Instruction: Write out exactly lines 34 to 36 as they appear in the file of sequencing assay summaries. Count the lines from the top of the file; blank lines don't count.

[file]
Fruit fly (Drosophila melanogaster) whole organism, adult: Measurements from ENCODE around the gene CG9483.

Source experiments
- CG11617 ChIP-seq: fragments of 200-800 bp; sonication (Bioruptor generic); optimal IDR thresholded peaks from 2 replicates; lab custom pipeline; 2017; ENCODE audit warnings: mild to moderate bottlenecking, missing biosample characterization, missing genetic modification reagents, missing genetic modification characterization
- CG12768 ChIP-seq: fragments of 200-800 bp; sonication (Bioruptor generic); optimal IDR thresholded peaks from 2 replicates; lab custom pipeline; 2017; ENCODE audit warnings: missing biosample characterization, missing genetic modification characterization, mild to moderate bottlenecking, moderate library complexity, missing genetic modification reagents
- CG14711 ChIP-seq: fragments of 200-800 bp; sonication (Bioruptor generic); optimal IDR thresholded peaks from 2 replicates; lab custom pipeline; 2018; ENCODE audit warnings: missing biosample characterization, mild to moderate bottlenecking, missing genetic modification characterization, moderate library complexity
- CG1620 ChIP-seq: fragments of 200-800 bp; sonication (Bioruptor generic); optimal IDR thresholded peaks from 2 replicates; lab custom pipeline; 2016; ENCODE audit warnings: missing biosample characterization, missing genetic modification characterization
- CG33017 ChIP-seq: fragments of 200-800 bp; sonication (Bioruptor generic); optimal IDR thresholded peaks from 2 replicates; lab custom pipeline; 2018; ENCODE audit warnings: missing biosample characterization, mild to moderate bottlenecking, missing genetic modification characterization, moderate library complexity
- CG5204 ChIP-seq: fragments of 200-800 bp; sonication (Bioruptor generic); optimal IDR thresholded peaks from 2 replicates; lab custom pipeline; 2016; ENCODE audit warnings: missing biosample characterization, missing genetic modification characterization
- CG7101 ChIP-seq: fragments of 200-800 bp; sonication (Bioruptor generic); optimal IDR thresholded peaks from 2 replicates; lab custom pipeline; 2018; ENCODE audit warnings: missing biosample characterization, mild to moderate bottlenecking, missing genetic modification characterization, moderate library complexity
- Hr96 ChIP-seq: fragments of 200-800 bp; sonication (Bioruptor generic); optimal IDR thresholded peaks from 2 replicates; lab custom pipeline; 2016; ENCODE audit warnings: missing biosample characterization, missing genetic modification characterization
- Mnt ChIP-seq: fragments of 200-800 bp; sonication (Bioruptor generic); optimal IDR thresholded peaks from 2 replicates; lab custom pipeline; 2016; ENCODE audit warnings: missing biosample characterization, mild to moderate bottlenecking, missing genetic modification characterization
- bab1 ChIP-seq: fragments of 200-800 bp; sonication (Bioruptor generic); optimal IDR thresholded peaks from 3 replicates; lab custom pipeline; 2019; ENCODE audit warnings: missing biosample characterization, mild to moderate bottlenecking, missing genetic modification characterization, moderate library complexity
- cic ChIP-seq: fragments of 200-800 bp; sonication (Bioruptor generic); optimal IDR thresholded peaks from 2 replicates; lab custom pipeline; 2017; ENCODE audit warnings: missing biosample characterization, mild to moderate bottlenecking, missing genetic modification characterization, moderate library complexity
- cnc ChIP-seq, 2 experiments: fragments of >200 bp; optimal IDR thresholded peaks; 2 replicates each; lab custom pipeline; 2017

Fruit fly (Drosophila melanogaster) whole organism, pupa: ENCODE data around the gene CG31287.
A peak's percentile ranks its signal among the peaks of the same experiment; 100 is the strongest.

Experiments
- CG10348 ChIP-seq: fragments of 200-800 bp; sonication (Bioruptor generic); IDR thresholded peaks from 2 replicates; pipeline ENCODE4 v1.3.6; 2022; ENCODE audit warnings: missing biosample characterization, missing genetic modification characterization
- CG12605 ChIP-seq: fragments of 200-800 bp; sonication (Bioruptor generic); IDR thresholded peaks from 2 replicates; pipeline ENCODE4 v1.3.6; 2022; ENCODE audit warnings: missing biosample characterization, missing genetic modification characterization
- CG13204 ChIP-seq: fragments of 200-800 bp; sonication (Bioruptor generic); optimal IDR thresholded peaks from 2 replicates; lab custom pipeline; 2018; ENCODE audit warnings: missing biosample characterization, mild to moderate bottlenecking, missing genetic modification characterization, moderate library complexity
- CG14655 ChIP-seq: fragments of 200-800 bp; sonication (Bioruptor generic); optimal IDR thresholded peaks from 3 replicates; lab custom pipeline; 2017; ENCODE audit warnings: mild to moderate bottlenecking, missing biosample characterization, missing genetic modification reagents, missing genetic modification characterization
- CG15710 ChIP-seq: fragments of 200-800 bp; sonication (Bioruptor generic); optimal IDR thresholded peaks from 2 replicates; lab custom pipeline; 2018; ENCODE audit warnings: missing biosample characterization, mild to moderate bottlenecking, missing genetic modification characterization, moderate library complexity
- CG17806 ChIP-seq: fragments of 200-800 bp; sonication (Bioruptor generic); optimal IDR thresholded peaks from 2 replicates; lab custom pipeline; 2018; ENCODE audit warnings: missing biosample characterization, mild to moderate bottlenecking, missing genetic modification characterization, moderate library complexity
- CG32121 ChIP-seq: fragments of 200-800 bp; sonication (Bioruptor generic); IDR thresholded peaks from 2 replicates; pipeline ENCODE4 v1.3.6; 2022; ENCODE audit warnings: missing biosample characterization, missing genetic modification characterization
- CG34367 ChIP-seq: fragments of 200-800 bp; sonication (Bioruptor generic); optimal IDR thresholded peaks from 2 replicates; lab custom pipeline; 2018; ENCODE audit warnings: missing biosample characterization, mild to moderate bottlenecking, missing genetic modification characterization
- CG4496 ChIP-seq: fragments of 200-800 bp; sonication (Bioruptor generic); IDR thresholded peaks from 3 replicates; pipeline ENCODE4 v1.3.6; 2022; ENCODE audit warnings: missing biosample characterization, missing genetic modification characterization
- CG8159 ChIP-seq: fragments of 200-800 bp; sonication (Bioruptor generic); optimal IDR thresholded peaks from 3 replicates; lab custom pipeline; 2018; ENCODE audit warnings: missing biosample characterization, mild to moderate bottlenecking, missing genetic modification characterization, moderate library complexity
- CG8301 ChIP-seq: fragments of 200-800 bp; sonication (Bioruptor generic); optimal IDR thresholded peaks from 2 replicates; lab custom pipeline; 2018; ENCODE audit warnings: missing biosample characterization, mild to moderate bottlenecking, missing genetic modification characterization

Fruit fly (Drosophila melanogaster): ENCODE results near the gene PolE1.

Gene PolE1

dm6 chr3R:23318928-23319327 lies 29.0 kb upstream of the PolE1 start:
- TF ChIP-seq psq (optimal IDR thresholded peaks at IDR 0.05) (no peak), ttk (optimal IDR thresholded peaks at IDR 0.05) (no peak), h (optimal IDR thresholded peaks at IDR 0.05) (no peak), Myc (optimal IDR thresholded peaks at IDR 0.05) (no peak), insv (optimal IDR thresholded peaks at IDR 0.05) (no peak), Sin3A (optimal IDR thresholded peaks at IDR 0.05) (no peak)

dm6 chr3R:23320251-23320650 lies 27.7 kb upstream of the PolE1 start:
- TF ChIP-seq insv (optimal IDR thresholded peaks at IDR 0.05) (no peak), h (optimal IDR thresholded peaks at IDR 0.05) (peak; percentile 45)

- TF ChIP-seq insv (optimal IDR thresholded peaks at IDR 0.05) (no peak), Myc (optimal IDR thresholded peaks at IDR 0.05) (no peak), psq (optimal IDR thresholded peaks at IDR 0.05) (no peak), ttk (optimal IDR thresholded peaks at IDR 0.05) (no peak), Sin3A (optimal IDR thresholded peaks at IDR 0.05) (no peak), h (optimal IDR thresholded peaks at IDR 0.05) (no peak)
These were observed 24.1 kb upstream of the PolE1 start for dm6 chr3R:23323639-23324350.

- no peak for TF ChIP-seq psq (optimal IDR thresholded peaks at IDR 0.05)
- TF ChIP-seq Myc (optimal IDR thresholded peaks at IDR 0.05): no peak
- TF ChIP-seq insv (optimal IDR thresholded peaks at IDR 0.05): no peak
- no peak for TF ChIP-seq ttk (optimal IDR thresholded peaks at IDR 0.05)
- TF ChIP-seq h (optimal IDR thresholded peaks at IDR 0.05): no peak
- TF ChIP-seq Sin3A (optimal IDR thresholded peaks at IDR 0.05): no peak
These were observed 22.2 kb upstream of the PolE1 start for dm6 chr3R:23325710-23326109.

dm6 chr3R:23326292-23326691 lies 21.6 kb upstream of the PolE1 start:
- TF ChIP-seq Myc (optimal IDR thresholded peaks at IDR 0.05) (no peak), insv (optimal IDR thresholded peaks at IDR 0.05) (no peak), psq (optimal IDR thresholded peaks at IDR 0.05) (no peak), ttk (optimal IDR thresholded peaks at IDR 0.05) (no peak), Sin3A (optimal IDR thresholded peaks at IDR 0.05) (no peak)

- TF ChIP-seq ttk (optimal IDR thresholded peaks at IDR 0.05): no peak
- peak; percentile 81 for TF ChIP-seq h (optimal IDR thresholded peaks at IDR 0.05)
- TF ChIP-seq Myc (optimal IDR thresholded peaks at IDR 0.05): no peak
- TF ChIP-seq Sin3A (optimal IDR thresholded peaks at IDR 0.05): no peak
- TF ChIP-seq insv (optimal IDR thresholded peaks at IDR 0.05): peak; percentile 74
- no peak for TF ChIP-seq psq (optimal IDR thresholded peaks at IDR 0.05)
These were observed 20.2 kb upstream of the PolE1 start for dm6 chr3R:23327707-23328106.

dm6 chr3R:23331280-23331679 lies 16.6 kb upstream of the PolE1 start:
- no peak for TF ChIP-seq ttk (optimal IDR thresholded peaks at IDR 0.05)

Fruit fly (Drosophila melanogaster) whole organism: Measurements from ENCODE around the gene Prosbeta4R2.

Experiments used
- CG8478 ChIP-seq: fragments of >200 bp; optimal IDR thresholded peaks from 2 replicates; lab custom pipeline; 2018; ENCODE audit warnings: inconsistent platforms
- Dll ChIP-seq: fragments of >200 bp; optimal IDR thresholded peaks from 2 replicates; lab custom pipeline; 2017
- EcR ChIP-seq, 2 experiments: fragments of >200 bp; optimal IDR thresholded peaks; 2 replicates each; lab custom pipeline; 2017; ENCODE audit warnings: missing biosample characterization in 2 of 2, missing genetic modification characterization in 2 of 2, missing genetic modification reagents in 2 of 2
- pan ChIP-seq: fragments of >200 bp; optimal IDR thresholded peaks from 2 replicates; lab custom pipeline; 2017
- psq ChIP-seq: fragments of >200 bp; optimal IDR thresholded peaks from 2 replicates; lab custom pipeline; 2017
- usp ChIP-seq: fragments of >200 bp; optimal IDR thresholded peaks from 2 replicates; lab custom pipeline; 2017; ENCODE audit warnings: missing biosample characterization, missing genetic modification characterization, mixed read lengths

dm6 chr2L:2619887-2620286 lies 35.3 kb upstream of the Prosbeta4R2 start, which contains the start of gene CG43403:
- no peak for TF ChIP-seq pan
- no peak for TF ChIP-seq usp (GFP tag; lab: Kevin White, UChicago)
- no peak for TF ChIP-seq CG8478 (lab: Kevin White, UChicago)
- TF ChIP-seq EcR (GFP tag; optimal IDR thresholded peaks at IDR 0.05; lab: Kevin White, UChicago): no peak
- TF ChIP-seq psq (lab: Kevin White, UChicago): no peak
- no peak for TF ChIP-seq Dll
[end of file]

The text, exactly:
- TF ChIP-seq insv (optimal IDR thresholded peaks at IDR 0.05) (no peak), h (optimal IDR thresholded peaks at IDR 0.05) (peak; percentile 45)

- TF ChIP-seq insv (optimal IDR thresholded peaks at IDR 0.05) (no peak), Myc (optimal IDR thresholded peaks at IDR 0.05) (no peak), psq (optimal IDR thresholded peaks at IDR 0.05) (no peak), ttk (optimal IDR thresholded peaks at IDR 0.05) (no peak), Sin3A (optimal IDR thresholded peaks at IDR 0.05) (no peak), h (optimal IDR thresholded peaks at IDR 0.05) (no peak)
These were observed 24.1 kb upstream of the PolE1 start for dm6 chr3R:23323639-23324350.